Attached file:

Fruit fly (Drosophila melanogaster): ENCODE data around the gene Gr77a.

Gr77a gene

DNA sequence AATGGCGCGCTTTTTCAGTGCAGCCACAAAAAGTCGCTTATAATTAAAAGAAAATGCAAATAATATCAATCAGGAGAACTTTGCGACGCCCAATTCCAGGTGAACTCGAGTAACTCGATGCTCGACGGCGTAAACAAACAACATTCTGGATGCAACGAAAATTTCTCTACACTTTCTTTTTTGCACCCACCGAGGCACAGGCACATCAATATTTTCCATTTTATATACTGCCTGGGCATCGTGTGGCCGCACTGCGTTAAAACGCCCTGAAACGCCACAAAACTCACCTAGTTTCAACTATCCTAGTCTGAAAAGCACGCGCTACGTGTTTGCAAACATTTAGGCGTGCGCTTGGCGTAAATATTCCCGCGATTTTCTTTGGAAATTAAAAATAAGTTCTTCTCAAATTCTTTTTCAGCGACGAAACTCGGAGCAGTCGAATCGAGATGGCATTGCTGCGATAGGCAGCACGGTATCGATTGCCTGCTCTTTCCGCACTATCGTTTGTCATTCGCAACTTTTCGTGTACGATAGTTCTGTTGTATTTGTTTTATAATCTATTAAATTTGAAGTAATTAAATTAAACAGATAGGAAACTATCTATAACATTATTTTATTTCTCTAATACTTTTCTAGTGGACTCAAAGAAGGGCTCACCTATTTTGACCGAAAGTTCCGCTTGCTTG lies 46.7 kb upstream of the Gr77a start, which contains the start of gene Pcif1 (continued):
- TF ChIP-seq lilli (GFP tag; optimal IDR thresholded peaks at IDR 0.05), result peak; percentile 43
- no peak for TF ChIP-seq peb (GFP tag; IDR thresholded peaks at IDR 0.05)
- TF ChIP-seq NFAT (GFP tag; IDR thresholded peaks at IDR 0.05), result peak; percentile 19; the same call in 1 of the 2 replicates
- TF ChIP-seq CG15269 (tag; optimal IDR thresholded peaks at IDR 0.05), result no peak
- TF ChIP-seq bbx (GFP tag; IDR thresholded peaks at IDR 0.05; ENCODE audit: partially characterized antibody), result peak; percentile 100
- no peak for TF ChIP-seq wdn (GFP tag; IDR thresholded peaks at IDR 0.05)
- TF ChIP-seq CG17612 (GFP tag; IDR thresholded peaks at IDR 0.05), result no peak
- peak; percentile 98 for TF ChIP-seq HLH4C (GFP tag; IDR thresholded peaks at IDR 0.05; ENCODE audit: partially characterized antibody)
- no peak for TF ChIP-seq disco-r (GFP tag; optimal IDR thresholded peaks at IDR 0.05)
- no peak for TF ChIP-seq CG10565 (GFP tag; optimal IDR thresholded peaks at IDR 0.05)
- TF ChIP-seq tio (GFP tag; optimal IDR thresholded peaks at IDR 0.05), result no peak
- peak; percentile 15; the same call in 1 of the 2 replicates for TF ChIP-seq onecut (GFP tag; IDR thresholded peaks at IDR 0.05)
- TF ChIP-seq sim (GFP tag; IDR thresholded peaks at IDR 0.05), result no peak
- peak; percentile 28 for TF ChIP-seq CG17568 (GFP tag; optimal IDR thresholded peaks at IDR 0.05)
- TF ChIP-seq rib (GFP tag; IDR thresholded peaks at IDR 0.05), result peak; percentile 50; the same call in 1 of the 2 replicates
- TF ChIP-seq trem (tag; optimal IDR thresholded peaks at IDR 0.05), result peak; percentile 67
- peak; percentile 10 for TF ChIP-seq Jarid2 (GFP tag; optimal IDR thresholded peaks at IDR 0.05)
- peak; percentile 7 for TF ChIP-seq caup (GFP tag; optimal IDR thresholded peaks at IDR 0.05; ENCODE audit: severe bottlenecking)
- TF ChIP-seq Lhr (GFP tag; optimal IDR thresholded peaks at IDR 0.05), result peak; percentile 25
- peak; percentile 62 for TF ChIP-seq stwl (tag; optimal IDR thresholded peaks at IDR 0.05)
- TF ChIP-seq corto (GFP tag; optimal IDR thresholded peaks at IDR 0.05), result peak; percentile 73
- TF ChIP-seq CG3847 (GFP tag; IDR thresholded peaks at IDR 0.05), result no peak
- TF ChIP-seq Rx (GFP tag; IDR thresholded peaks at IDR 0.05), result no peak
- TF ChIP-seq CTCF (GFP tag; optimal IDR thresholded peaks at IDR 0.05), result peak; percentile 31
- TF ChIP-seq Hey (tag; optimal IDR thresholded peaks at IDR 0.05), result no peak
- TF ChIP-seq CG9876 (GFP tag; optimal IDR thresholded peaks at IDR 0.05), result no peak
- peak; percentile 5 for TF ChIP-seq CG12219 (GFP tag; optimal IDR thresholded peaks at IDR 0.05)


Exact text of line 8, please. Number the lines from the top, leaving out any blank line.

- TF ChIP-seq bbx (GFP tag; IDR thresholded peaks at IDR 0.05; ENCODE audit: partially characterized antibody), result peak; percentile 100